Though karyotyping could not be carried out in our patient, the present case is in concordance with the previous studies in other characteristics [Table 1].

The treatment for IFS is primarily surgery and usually no adjuvant treatment is needed whereas RMS needs adjuvant chemotherapy with or without radiotherapy. Hence, overlooking the diagnosis of IRMFS might increase the chances of local recurrence or metastatic disease. Five out of six reported patients either were relapsed or developed metastases. Only one patient was in remission 25 months after multimodality treatment. Hence, aggressive multimodality treatment is needed for these patients. Our patient did not receive radiotherapy considering complete resection at diagnosis and young age of the patient.
Table 1: Clinical and IHC profile of the cases of IRMFS reported

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   Conclusion Top


Infantile RMFS is a potentially under-diagnosed entity and should be kept in mind when a child is tested positive for IFS. Early recognition of this condition and a multidisciplinary approach can help in improving the prognosis of these patients.

 
   References Top

1.Lundgren L, Angervall L, Stenman G, Kindblom LG. Infantile rhabdomyofibrosarcoma: A high-grade sarcoma distinguishable from infantile fibrosarcoma and rhabdomyosarcoma. Hum Pathol 1993;24:785-95.  Back to cited text no. 1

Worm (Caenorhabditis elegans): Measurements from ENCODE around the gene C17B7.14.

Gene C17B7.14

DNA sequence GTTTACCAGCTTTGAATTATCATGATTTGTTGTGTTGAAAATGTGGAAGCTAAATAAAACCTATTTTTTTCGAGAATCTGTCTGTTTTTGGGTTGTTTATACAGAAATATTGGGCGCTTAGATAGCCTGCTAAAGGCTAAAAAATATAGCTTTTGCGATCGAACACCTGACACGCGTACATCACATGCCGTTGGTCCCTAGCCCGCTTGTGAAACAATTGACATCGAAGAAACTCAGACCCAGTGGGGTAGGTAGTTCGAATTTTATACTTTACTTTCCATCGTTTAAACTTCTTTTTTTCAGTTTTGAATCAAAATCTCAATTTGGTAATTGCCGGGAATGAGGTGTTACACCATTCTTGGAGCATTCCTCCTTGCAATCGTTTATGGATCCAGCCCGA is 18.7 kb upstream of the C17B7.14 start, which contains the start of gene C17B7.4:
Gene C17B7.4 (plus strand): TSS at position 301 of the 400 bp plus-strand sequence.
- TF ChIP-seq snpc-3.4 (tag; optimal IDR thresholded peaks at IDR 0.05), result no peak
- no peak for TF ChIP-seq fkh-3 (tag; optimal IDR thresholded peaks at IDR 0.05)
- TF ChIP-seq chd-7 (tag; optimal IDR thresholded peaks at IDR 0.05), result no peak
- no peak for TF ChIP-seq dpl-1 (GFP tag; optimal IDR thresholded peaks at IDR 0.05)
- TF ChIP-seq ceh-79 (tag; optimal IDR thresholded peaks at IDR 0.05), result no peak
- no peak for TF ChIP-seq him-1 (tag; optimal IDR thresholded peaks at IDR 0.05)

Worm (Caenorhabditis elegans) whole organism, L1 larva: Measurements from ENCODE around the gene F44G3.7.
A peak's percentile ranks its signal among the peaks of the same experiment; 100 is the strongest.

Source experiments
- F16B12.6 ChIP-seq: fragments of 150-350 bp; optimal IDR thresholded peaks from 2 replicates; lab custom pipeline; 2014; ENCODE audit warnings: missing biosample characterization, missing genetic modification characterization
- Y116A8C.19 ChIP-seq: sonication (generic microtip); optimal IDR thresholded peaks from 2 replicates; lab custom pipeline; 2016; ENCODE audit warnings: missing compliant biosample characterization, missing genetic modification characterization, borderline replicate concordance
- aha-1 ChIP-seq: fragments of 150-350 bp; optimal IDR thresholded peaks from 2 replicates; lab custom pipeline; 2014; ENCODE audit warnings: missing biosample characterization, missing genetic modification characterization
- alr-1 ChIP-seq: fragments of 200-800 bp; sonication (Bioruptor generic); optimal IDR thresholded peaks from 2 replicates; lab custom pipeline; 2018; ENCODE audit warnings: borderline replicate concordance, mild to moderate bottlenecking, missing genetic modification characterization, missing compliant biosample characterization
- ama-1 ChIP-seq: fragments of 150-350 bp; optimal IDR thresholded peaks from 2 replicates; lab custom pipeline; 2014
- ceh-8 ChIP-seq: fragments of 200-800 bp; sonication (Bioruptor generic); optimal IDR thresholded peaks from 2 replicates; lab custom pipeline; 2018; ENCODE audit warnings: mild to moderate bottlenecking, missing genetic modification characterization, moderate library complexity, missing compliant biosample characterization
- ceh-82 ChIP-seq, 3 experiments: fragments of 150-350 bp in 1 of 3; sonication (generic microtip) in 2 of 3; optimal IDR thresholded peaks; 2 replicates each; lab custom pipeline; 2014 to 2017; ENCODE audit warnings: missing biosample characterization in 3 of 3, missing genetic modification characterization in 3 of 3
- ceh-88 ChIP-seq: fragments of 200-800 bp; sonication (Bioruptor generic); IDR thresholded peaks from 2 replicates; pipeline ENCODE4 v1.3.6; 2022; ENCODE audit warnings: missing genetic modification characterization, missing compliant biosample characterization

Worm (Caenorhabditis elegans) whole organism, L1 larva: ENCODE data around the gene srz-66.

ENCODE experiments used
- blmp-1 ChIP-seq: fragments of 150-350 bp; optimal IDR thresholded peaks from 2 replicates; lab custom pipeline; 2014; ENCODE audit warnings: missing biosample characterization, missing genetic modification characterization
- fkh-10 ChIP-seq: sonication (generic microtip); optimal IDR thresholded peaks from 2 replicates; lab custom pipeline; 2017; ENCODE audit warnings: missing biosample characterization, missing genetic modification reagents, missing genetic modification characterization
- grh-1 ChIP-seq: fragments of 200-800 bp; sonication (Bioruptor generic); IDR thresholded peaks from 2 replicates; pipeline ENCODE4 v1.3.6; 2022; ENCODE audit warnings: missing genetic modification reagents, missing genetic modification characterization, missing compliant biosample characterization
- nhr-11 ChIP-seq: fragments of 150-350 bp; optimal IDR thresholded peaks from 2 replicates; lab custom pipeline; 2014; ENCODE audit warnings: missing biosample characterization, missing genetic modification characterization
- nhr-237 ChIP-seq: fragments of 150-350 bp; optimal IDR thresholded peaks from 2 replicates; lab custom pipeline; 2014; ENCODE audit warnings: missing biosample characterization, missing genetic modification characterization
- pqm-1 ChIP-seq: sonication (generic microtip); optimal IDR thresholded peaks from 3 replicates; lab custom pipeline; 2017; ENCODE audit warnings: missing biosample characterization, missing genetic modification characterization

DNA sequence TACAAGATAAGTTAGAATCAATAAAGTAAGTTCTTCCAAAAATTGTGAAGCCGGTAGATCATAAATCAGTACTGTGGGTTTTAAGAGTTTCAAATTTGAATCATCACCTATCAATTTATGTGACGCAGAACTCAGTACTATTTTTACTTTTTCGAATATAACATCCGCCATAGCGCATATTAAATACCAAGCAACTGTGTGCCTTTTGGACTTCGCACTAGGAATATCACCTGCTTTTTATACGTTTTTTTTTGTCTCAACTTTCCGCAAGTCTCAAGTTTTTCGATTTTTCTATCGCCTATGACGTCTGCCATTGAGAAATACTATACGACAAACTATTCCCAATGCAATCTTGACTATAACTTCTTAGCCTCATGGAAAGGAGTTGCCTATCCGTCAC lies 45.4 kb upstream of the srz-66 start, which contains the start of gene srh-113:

2.Mentzel T, Mentzel HJ, Katenkamp D. Infantile rhabdomyofibrosarcoma. An aggressive tumor in the spectrum of spindle cell tumors in childhood. Pathologe 1996;17:296-300.  Back to cited text no. 2
    
3.Miki H, Kobayashi S, Kushida Y, Sasaki M, Haba R, Hirakawa E, et al. A case of infantile rhabdomyofibrosarcoma with immunohistochemical, electronmicroscopical, and genetic analyses. Hum Pathol 1999;30:1519-22.  Back to cited text no. 3
    
4.Rao SI, Uppin SG, Ratnakar KS, Sundaram C, Senthil RP. Infantile rhabdomyofibrosarcoma: A distinct variant or a missing link between fibrosarcoma and rhabdomyosarcoma? Indian J Cancer 2006;43:39-42.  Back to cited text no. 4
[PUBMED]  Medknow Journal  


    Figures

  [Figure 1], [Figure 2]
 
 
    Tables

  [Table 1]


This article has been cited by
1 Misdiagnosed infantile rhabdomyofibrosarcoma: A case report
Tao Pan,Ken Chen,Run-Song Jiang,Zheng-Yan Zhao
Oncology Letters. 2016; 12(4): 2766
[Pubmed] | [DOI]